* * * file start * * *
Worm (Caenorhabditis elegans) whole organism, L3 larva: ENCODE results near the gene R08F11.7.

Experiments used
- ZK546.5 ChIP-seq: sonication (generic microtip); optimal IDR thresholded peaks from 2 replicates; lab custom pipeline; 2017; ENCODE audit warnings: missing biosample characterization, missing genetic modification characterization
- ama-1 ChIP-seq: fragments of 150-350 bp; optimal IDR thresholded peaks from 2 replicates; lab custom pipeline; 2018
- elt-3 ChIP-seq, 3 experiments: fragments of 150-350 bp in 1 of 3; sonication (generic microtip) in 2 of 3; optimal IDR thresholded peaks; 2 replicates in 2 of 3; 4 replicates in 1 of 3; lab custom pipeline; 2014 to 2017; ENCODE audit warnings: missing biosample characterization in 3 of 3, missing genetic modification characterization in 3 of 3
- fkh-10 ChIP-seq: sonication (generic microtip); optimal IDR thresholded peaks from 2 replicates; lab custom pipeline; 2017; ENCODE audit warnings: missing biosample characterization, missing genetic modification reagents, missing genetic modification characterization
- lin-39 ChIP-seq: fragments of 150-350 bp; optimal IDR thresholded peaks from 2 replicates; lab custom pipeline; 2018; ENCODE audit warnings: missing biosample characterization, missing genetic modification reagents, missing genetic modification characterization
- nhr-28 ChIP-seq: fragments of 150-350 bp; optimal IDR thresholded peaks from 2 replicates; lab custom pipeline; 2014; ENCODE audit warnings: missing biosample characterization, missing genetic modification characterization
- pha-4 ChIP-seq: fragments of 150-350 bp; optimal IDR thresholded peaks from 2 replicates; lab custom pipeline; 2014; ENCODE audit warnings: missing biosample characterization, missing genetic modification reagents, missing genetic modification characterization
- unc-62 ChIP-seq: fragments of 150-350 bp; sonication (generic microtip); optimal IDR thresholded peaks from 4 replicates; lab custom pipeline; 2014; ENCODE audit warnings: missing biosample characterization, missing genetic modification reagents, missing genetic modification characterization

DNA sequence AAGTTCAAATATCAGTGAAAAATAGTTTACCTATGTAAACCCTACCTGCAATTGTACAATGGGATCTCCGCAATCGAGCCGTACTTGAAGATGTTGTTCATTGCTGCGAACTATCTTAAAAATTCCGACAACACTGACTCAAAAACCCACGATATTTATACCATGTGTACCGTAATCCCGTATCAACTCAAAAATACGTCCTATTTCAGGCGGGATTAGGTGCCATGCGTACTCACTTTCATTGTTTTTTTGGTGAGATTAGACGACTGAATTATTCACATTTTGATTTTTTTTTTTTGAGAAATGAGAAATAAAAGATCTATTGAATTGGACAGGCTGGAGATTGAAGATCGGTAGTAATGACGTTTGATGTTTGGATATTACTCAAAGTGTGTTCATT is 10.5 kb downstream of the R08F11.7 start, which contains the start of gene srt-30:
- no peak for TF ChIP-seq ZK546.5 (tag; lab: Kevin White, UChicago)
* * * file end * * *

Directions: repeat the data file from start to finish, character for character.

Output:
Worm (Caenorhabditis elegans) whole organism, L3 larva: ENCODE results near the gene R08F11.7.

Experiments used
- ZK546.5 ChIP-seq: sonication (generic microtip); optimal IDR thresholded peaks from 2 replicates; lab custom pipeline; 2017; ENCODE audit warnings: missing biosample characterization, missing genetic modification characterization
- ama-1 ChIP-seq: fragments of 150-350 bp; optimal IDR thresholded peaks from 2 replicates; lab custom pipeline; 2018
- elt-3 ChIP-seq, 3 experiments: fragments of 150-350 bp in 1 of 3; sonication (generic microtip) in 2 of 3; optimal IDR thresholded peaks; 2 replicates in 2 of 3; 4 replicates in 1 of 3; lab custom pipeline; 2014 to 2017; ENCODE audit warnings: missing biosample characterization in 3 of 3, missing genetic modification characterization in 3 of 3
- fkh-10 ChIP-seq: sonication (generic microtip); optimal IDR thresholded peaks from 2 replicates; lab custom pipeline; 2017; ENCODE audit warnings: missing biosample characterization, missing genetic modification reagents, missing genetic modification characterization
- lin-39 ChIP-seq: fragments of 150-350 bp; optimal IDR thresholded peaks from 2 replicates; lab custom pipeline; 2018; ENCODE audit warnings: missing biosample characterization, missing genetic modification reagents, missing genetic modification characterization
- nhr-28 ChIP-seq: fragments of 150-350 bp; optimal IDR thresholded peaks from 2 replicates; lab custom pipeline; 2014; ENCODE audit warnings: missing biosample characterization, missing genetic modification characterization
- pha-4 ChIP-seq: fragments of 150-350 bp; optimal IDR thresholded peaks from 2 replicates; lab custom pipeline; 2014; ENCODE audit warnings: missing biosample characterization, missing genetic modification reagents, missing genetic modification characterization
- unc-62 ChIP-seq: fragments of 150-350 bp; sonication (generic microtip); optimal IDR thresholded peaks from 4 replicates; lab custom pipeline; 2014; ENCODE audit warnings: missing biosample characterization, missing genetic modification reagents, missing genetic modification characterization

DNA sequence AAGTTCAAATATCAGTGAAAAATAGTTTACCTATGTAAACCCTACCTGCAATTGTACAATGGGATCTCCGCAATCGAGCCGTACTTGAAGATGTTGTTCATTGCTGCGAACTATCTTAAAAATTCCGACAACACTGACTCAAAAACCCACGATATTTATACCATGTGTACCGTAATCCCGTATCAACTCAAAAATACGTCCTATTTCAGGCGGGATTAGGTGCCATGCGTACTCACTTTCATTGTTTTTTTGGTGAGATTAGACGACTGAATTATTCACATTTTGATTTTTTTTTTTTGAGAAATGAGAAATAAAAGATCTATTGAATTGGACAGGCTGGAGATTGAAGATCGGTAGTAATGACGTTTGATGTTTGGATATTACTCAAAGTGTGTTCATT is 10.5 kb downstream of the R08F11.7 start, which contains the start of gene srt-30:
- no peak for TF ChIP-seq ZK546.5 (tag; lab: Kevin White, UChicago)